Class of 2018 encouraged to serve others, find true calling
Service to others and to the community was the focus of Baylor College of Medicine’s 2018 Commencement, held Tuesday, May 29, at Jesse H. Jones Hall in downtown Houston, where 187 students graduated from Baylor’s School of Medicine and 77 from the Graduate School of Biomedical Sciences.
Dr. Paul Klotman, president, CEO and executive dean of Baylor College of Medicine, noted in his remarks at the ceremony that Baylor students and other members of the Baylor community helped in significant ways following last summer’s Hurricane Harvey, but he urged graduates to make community involvement a part of their day-to-day life.
“Being an active part of your community means building relationships, and it is those relationships that ultimately help bridge the gaps in cultural diversity, access to healthcare, limited educational opportunities and other social justice issues that exist today in rural and urban areas nationwide. Baylor College of Medicine graduates are defined as those with great intellect, but also with great compassion and vision for making a difference in the world.”
As the graduating students prepare for their professional lives, Klotman encouraged them to turn to the event’s honorary degree and award recipients as examples. “These honorees were carefully selected to serve as role models for the kind of leaders we have prepared you to become. Each has made phenomenal contributions that have enriched their communities, advanced science and improved health.”
Doctor of Humanities in Medicine degree
The Doctor of Humanities in Medicine degree is awarded to individuals who have provided exceptional support or service, either directly or indirectly, to Baylor or to academic medicine as a whole and to the community at large. This year’s recipients were Dr. David Persse, physician director of the City of Houston Emergency Medical Services and professor of emergency medicine at Baylor, and J.J. Watt, defensive end for the Houston Texans and founder of the Justin J. Watt Foundation. Both played important roles in the wake of Hurricane Harvey.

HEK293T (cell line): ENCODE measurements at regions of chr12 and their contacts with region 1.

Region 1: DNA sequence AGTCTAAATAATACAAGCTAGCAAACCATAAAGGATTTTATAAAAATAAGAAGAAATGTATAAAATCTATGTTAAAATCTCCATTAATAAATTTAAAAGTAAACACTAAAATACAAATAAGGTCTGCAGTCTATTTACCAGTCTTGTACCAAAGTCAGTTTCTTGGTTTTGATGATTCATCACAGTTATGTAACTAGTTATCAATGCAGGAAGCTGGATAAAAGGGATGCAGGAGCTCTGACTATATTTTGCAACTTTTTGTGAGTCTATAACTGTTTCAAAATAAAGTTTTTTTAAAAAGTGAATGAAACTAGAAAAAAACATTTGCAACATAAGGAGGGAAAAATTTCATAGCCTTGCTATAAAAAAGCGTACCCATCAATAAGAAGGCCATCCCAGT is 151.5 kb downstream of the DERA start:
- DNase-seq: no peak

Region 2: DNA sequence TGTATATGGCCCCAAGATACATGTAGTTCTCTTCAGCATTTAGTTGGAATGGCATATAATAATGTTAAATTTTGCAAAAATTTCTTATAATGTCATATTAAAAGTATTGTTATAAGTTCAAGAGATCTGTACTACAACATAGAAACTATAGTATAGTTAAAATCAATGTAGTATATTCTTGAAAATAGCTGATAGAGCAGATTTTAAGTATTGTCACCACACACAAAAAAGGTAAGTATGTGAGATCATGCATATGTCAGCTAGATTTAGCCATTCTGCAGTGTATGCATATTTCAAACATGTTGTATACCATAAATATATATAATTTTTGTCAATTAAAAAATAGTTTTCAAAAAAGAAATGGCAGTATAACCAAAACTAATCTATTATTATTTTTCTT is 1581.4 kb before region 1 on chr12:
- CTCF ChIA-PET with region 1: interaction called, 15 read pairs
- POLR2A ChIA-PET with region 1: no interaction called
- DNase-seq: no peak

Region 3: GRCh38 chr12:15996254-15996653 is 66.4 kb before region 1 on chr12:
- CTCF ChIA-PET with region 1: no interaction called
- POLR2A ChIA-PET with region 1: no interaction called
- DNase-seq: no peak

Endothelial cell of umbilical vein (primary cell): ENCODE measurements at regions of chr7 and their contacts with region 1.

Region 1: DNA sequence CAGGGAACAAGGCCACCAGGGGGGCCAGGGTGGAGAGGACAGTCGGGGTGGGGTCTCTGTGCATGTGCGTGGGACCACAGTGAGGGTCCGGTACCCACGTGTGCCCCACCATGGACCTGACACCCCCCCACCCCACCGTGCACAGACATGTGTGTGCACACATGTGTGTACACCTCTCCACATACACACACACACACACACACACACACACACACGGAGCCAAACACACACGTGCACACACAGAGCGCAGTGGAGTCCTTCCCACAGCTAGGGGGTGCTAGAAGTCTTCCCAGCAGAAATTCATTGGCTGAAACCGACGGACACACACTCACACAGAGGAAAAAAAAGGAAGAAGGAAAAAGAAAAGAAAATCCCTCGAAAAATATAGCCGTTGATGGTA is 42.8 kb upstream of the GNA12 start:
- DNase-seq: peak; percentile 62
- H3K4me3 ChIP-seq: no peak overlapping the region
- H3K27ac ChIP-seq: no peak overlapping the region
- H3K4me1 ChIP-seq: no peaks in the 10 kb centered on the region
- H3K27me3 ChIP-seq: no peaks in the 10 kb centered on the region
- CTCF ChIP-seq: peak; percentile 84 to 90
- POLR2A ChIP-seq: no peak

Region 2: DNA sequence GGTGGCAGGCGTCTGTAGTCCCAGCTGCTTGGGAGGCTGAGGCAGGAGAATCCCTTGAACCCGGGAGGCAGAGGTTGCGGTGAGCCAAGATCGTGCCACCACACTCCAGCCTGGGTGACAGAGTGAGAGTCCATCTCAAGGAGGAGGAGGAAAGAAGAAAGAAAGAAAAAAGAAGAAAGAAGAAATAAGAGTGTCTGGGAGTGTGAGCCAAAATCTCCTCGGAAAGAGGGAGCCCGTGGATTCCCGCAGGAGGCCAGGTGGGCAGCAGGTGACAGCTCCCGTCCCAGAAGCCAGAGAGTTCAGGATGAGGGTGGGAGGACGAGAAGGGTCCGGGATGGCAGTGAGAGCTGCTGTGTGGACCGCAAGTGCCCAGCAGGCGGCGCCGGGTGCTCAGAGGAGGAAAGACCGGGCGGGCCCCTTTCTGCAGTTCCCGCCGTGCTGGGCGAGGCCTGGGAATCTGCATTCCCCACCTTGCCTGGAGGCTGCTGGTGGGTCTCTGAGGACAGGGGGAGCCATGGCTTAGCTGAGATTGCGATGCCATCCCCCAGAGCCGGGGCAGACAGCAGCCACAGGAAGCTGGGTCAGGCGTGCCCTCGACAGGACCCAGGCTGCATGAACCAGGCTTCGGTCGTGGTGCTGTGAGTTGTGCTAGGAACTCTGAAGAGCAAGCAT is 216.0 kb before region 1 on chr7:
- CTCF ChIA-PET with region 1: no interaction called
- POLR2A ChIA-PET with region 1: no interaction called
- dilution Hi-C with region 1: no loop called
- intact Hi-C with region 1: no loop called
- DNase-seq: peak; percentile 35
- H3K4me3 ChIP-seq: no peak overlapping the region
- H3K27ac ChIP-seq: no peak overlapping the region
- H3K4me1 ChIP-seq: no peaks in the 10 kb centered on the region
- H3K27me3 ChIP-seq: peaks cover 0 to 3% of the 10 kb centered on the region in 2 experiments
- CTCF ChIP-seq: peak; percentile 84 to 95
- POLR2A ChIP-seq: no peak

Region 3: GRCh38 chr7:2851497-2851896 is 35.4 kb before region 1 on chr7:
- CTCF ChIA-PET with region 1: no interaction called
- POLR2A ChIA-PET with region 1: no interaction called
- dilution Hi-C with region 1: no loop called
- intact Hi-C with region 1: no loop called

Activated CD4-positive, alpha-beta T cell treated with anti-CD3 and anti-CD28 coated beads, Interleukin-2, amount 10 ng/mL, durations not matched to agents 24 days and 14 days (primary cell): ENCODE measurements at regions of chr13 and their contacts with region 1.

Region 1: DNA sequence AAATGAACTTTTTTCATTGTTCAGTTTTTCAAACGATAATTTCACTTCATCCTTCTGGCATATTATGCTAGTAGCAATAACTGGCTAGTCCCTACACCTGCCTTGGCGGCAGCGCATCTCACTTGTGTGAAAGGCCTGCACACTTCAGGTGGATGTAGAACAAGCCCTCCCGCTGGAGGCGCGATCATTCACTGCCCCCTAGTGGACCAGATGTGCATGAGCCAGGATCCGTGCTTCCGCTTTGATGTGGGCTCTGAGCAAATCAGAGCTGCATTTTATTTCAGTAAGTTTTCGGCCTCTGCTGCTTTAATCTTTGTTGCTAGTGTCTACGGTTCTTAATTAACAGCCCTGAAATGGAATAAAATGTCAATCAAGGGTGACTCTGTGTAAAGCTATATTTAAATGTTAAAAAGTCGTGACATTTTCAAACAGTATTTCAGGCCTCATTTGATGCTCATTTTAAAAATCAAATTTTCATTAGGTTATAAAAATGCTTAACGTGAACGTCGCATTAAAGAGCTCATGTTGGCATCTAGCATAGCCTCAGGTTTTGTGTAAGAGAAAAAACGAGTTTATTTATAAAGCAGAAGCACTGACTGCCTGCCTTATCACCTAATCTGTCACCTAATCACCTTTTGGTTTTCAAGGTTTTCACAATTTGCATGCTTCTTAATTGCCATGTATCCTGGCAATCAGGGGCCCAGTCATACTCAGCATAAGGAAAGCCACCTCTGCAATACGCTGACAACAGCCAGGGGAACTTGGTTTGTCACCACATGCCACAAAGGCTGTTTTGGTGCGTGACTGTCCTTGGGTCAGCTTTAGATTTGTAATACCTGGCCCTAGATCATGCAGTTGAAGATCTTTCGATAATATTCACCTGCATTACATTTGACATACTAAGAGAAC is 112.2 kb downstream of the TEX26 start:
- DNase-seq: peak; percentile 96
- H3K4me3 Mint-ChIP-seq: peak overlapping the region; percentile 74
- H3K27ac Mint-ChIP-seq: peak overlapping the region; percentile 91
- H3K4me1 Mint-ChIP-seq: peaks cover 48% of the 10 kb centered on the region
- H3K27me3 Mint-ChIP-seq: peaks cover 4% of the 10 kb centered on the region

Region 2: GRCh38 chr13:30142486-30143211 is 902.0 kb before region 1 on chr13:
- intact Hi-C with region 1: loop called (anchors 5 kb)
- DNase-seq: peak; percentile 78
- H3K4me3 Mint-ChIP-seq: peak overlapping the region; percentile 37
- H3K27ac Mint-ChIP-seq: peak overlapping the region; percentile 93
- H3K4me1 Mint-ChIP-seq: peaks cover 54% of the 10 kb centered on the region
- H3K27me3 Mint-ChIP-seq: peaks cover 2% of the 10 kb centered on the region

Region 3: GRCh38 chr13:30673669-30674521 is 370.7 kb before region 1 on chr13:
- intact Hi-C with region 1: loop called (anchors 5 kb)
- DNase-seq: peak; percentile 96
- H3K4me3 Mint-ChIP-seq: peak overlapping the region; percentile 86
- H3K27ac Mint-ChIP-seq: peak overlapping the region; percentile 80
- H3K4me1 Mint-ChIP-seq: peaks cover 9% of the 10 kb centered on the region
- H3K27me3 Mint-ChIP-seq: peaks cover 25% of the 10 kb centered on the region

As Houston’s public health authority, Persse is responsible for the medical aspects of clinical care, quality management, disease control and public health preparedness. In accepting the award, he called upon graduates to step up to challenges in the community such as Hurricane Harvey.
“I want to tell you first hand that during Hurricane Harvey and during previous disasters that we’ve had here in Houston, it was Baylor that has always been there. Baylor stepped up and literally stepped into the trenches,” Persse said. “And so to the class of ’18, recognize that you are a member of a community, you are a member of a big family and it is a bond, it is on our shoulders as physician leaders in the community to step up when those challenges face us.”
Through his charity foundation, Watt raised more than $37 million to help with recovery following Hurricane Harvey, far surpassing his initial goal of $200,000. Watt’s foundation also provides after-school opportunities for children. For these achievements, as well as for his performance on the field, Watt was named the 2018 Walter Payton NFL Man of the Year.
His work following the hurricane taught Watt the power of tapping in to “the inherent good that lies within humanity.”
“There’s a lot of negativity out in the world – whether it’s on the news, whether it’s day to day, whether it’s an attitude when you wake up in the morning. But the one thing that I know, I’ve seen it first hand, is that there’s also a whole lot of good. There’s a whole lot of positivity and there’s a whole lot of people out there who truly care about their fellow human.
“To me that gives me hope, it gives me excitement. Because if we can tap into that, there are so many beautiful things we can do with this world. And that’s my challenge to you. You guys have all done incredible things and you’re going to go on to do even more incredible things. But what I challenge you to do is to help bring out that inherent good in everyone around you. Help be that positive light. Help be that person who everybody else wants to be around and help be that energy that takes this world into an even better place. Because if we all do a little bit, we all do our part, we can truly change the world, one person at a time.”